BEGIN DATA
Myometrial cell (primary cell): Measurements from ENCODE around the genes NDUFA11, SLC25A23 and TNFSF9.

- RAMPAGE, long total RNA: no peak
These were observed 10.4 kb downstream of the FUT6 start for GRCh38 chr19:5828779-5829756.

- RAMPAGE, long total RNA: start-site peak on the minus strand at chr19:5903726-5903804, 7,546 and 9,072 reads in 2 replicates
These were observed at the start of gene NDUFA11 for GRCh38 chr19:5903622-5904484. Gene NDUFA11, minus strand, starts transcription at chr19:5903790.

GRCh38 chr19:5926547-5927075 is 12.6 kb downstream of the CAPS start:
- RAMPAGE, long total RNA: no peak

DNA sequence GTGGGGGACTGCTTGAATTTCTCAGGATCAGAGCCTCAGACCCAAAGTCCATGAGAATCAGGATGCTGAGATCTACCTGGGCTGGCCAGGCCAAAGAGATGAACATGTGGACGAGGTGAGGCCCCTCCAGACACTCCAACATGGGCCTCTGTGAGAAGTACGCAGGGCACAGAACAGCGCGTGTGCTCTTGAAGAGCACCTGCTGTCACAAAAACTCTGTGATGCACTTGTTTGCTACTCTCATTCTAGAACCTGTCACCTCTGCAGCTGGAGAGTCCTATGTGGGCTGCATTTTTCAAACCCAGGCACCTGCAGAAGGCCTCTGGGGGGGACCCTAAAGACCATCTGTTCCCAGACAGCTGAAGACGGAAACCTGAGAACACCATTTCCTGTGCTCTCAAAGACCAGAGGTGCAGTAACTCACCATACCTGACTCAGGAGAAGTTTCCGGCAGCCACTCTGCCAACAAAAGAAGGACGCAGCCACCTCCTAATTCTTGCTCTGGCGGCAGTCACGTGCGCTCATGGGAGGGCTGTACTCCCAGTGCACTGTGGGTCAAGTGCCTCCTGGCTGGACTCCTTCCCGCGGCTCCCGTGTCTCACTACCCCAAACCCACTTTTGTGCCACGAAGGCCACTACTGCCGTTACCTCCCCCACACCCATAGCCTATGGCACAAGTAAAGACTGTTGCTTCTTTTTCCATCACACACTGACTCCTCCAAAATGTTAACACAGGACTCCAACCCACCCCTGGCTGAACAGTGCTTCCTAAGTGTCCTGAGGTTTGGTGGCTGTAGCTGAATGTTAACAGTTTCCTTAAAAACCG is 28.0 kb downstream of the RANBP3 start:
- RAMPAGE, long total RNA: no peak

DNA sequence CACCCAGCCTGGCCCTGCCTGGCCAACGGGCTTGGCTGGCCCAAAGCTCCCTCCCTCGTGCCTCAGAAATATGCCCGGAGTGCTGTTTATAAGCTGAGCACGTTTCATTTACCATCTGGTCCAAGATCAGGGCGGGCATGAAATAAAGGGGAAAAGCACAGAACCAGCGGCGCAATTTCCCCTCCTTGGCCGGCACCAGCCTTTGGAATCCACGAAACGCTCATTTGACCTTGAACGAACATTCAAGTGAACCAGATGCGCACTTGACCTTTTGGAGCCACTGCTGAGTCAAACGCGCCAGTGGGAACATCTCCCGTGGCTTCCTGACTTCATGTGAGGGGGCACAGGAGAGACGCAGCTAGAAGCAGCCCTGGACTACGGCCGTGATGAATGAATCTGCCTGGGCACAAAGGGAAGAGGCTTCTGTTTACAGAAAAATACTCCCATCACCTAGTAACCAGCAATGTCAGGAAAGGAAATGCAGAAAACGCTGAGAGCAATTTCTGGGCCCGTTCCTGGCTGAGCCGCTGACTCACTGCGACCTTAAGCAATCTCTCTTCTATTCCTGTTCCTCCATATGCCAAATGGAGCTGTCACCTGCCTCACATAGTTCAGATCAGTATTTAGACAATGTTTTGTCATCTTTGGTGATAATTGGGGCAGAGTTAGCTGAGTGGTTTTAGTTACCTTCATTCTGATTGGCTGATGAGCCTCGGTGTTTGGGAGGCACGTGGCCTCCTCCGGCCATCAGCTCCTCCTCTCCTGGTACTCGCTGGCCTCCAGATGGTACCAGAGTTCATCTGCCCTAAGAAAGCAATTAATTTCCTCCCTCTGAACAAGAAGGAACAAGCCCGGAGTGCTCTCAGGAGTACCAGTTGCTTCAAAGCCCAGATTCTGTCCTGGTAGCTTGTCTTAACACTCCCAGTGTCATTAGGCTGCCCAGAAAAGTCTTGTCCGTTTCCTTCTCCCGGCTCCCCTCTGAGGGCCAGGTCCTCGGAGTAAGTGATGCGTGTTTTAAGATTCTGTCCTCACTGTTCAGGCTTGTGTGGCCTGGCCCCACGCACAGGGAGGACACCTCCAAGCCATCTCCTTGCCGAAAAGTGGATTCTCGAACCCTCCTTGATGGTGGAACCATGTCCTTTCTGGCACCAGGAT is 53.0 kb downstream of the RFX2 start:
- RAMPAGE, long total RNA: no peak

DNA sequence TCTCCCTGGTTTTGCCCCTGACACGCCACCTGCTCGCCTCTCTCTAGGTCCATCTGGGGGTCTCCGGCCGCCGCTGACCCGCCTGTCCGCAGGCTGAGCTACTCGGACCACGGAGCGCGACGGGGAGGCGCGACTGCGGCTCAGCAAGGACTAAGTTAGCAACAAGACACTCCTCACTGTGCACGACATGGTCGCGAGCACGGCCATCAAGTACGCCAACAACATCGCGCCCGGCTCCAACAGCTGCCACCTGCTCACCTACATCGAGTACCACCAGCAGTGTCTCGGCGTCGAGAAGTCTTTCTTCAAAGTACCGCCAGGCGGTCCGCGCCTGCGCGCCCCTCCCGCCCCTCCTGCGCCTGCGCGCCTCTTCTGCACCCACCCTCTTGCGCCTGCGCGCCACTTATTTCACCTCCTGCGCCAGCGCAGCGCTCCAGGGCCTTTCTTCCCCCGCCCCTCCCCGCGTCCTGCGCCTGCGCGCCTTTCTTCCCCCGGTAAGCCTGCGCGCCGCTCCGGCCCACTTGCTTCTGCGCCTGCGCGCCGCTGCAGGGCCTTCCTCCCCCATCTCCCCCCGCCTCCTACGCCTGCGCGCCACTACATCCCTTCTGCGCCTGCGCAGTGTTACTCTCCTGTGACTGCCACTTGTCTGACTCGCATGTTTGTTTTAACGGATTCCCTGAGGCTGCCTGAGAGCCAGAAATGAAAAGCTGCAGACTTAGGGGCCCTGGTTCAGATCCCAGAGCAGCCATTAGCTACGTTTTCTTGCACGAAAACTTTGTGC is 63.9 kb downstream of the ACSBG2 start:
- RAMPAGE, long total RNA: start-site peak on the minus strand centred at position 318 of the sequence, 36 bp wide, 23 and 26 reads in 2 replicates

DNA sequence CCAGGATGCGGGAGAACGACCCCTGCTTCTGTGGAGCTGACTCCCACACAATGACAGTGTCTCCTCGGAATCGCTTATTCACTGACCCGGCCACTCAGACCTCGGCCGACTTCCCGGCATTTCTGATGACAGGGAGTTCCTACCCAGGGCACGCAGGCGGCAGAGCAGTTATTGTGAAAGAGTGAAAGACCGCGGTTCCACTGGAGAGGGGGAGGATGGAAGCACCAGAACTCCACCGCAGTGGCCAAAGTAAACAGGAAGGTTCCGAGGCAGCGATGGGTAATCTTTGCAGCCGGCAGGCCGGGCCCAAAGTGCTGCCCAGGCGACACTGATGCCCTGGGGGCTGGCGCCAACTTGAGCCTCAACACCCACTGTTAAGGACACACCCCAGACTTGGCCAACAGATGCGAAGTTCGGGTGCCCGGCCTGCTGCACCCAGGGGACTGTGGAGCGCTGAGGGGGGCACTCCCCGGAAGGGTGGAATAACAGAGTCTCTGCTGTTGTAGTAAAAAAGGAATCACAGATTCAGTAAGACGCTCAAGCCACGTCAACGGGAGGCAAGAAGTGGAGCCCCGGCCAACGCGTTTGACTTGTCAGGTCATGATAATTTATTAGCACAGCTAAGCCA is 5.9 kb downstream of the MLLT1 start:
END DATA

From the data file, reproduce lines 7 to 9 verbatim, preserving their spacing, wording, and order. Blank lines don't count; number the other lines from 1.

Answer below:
- RAMPAGE, long total RNA: no peak

DNA sequence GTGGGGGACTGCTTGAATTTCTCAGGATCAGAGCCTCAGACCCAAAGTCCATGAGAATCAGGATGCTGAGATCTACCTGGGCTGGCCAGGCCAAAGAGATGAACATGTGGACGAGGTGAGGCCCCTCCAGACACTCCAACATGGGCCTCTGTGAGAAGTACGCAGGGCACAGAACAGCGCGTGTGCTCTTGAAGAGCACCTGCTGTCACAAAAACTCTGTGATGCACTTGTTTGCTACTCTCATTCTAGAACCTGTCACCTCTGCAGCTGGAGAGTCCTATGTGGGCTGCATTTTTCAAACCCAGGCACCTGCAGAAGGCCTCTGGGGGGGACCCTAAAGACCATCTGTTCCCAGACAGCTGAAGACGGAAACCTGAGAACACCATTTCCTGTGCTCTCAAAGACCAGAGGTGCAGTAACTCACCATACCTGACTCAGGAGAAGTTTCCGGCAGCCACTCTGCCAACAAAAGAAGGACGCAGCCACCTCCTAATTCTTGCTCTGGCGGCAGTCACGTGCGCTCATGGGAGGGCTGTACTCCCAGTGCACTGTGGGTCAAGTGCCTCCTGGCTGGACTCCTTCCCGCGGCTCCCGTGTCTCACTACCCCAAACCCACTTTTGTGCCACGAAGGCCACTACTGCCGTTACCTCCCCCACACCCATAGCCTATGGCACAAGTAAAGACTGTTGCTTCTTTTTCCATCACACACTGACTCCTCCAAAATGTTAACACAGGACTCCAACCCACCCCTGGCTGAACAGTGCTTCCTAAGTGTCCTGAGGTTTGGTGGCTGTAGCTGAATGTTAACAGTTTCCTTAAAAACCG is 28.0 kb downstream of the RANBP3 start:
- RAMPAGE, long total RNA: no peak